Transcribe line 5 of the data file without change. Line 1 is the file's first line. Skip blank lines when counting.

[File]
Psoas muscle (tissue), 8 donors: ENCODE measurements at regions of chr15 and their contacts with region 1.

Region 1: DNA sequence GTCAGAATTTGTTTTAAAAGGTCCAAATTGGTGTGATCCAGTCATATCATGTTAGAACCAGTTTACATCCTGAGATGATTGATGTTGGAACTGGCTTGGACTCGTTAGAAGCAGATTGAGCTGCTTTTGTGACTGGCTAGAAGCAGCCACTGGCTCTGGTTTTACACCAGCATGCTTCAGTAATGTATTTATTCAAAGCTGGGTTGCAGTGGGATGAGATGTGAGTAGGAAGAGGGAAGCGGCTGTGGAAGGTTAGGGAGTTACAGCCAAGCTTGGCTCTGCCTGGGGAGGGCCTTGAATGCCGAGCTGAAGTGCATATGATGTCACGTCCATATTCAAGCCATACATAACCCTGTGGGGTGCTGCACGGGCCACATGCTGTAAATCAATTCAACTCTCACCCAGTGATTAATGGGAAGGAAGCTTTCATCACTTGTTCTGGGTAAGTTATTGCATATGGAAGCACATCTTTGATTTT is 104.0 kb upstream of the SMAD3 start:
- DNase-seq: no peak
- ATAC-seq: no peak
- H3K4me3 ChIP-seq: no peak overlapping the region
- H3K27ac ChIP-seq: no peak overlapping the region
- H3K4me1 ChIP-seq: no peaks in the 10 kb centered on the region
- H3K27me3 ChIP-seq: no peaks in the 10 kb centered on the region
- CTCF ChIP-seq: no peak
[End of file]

- H3K4me3 ChIP-seq: no peak overlapping the region